Thursday, 10 November 2011

MindGenius Comes to Biggerplate

Today Biggerplate added full support for maps created using MindGenius.  Now you can add MindGenius maps to Biggerplate and access a library of maps available from today.

To see maps created by me, several of which have been featured on the Peace of Mind blog, click on this link to Biggerplate.

imageTo find out more see: http://biggerplateblog.blogspot.com/2011/11/mindgenius-comes-to-biggerplate.html or visit www.biggerplate.com.

If you would like to know more about MindGenius, do visit the web site and try the product free for 30 days.

Should you decide to buy MindGenius, Peace of Mind Blog can offer a 10% discount.  Just use the discount code at the checkout on the MindGenius web site or quote the code in any correspondence with MindGenius.

To claim the 10% discount please use the code:  MGELST

 

Wednesday, 5 October 2011

Risk Management - An Action Plan

If a risk analysis exercise is to be meaningful, it needs to result in an action plan to mitigate the prioritised risks.  Defining and implementing the action plan is the last of four steps introduced in the previous post - Risk Management - Analysis to Action.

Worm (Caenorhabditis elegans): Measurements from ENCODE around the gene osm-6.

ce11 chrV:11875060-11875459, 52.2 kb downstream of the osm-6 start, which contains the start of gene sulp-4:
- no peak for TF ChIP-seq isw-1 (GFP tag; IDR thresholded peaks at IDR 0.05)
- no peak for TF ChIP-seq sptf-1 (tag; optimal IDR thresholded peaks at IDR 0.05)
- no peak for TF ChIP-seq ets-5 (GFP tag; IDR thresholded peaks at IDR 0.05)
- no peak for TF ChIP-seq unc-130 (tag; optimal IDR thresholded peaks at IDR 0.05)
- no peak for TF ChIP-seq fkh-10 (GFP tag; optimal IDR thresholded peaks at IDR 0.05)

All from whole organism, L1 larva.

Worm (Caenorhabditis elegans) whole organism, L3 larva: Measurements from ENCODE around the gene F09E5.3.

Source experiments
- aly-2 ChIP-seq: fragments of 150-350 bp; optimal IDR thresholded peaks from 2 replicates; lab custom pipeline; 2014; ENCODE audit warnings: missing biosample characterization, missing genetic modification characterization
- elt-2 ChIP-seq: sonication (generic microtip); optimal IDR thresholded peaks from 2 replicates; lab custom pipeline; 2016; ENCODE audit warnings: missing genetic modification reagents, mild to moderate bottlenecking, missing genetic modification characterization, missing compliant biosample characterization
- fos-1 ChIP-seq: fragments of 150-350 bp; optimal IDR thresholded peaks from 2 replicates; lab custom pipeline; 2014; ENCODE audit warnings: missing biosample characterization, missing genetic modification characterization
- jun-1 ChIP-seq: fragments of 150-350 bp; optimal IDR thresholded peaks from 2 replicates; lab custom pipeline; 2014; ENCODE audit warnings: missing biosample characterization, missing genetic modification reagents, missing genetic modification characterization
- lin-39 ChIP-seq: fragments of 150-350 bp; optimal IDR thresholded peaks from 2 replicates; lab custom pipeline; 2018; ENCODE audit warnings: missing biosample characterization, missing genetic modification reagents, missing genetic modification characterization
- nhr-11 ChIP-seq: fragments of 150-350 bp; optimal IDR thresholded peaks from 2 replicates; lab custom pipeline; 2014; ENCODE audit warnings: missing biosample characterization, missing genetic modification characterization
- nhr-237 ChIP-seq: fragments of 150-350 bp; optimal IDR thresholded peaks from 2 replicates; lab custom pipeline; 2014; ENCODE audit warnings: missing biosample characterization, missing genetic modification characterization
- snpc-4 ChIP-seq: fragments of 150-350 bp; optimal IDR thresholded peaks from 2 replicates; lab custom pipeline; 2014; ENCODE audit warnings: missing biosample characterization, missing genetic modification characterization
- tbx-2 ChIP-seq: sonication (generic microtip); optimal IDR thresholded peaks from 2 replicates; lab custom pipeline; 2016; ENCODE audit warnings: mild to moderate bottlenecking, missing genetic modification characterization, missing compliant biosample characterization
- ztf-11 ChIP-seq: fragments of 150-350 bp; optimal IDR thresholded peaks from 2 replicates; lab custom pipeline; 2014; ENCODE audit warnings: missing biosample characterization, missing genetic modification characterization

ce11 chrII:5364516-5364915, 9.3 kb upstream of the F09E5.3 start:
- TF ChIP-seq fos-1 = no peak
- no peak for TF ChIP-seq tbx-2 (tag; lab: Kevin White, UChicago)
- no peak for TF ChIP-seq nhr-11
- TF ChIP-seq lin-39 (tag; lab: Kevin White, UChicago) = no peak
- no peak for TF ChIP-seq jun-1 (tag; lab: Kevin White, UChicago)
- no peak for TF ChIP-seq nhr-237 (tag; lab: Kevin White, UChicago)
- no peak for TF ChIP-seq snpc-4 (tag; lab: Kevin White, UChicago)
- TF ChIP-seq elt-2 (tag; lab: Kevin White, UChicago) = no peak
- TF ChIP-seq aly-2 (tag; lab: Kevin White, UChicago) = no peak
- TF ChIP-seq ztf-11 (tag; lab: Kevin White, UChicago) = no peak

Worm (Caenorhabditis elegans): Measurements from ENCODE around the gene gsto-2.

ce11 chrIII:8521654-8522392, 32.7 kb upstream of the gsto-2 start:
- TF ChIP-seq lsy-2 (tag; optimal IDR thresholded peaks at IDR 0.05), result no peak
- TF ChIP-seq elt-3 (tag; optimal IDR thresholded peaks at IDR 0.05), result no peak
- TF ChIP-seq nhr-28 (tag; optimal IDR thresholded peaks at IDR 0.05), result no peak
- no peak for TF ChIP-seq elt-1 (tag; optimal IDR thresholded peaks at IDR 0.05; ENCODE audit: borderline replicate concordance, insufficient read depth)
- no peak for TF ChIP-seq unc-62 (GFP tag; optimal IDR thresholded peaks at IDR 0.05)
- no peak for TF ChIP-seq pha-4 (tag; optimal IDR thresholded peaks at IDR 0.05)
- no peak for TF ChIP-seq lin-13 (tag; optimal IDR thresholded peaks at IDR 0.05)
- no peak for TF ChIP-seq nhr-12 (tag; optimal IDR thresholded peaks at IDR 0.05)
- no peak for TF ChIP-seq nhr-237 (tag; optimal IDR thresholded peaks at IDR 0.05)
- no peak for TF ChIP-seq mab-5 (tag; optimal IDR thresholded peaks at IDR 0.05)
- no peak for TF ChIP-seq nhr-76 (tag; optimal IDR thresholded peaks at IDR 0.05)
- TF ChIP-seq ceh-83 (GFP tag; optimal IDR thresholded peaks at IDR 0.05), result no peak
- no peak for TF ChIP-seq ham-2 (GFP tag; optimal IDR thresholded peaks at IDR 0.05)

Having identified, assessed and prioritised the risks, next consider and define a mitigation plan for each risk.  Summarise the risk strategy (Reduce; Share; Accept; Avoid), what will be done and how it will be achieved.  Guided by the mitigation plan now define, assign and schedule the actions necessary to deliver the plan.

This can be achieved using mapping software - always great for brainstorming and creativity. 

List the risks as level 1 topics or branches.  Attach key attributes of the risk to each of these topics or branches, using icons or category markers, for instance:

  • A marker for Likelihood and another for Impact
  • A marker for status or progress
  • Assign an owner using a label or task resource
  • Capture the mitigation plan summary as a sub-topic.

For each risk, next add the list of actions that will deliver the mitigation plan.  Assign resources and dates to these and you have a simple plan.

To get an idea of what this might look like in practice, here is one approach using MindGenius.  This illustration use as simple template map.

Click to see full size image - opens in a new window 

To start, first add the risks at level 1 and add the attributes using Categories and Task markers.

Click to see full size image - opens in a new window